It was a long time coming, but back in 2003, Nevada lowered the legal blood-alcohol limit for driving to 0.08 percent. Before that, the limit was 0.10 percent. Now, after reviewing extensive data on injurious and fatal auto accidents across the country, the National Transportation Safety Board has recommended that states lower the limit again.

Citing the number of auto accidents involving a blood-alcohol concentration below 0.08 percent, the NTSB said states should make the limit 0.05 percent. As you might expect, tavern owners and victim advocates in Nevada are at odds over the recommendation.

The executive director of Stop DUI Nevada pointed to the death of a 19-year-old woman whose vehicle was struck by a driver with a blood-alcohol concentration of 0.05 percent. A trooper with the Nevada Highway Patrol also weighed in on the matter. He supports the recommendation and says “buzzed driving is drunk driving.”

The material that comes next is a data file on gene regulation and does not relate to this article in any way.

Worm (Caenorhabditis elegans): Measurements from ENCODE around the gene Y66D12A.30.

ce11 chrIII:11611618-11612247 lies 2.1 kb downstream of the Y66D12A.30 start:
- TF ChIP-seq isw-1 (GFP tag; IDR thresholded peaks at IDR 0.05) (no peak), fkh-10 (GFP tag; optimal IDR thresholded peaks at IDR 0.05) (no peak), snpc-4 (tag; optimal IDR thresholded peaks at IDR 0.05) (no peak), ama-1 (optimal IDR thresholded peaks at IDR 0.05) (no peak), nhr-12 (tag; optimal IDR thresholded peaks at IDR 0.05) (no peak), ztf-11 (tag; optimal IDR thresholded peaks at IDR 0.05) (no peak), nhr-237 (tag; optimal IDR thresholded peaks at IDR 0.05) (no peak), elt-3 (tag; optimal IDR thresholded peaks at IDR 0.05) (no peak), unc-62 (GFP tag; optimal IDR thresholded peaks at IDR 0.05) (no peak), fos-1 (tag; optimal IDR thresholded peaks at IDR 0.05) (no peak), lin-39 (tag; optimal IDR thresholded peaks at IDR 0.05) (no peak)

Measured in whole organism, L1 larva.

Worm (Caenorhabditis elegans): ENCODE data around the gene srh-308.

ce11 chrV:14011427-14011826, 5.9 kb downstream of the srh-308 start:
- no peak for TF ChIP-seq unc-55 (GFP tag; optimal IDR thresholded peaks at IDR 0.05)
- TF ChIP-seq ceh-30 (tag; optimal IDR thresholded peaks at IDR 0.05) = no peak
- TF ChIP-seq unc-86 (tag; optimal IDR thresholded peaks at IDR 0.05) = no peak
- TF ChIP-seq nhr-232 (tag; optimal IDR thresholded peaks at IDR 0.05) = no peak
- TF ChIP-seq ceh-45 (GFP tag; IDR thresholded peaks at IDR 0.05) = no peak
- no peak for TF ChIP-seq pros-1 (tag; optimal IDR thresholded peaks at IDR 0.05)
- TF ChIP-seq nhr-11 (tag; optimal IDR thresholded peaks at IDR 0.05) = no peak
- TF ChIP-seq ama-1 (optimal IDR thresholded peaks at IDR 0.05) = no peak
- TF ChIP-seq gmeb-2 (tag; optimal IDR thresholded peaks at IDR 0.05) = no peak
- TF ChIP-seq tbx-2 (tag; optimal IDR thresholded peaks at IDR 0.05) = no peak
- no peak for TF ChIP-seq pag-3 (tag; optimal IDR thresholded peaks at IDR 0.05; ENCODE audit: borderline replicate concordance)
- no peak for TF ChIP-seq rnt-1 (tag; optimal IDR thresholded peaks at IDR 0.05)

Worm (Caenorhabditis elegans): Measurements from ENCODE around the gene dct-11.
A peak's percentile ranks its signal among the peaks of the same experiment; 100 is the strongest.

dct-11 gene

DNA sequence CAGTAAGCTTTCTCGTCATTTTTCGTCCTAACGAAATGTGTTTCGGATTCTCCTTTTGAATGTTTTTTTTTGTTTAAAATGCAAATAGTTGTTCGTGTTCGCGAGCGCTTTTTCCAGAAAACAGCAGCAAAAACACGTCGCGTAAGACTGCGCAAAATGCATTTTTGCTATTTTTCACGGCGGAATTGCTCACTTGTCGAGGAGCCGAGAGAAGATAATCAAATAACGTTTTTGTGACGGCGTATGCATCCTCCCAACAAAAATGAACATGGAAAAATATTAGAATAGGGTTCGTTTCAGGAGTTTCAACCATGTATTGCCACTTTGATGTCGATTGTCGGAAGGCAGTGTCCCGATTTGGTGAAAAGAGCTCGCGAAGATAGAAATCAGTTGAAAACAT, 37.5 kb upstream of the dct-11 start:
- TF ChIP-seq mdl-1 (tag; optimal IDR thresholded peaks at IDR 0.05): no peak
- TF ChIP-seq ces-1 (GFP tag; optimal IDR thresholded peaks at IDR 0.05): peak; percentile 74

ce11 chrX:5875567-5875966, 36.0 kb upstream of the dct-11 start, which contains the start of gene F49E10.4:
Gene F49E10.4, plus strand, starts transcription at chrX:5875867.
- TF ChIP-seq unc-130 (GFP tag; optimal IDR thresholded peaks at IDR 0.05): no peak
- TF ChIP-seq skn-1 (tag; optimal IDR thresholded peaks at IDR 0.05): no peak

A statement from the American Beverage Institute disagrees, however, claiming that lowering the limit to 0.05 percent “would criminalize perfectly responsible behavior.”

Upon hearing the recommendation, Governor Brian Sandoval said that he would have to consult with law enforcement officers and the Department of Public Safety before supporting a change in the law.

Drunk driving accident victims or their families are undoubtedly in favor of increased road safety. Alcohol is a factor in far too many crashes, even if the driver’s BAC is below the legal limit to drive. If Las Vegas residents have been injured in a drunk driving accident, then it may be possible to receive compensation for any resulting medical bills or other costs. Driving while under the influence is a form of negligence, and people who are injured because of such negligence have recourse to the law.

Source: ktnv.com, “Calls to lower legal limit on drunk driving get mixed reviews in Nevada,” Michael Lopardi, may 14, 2013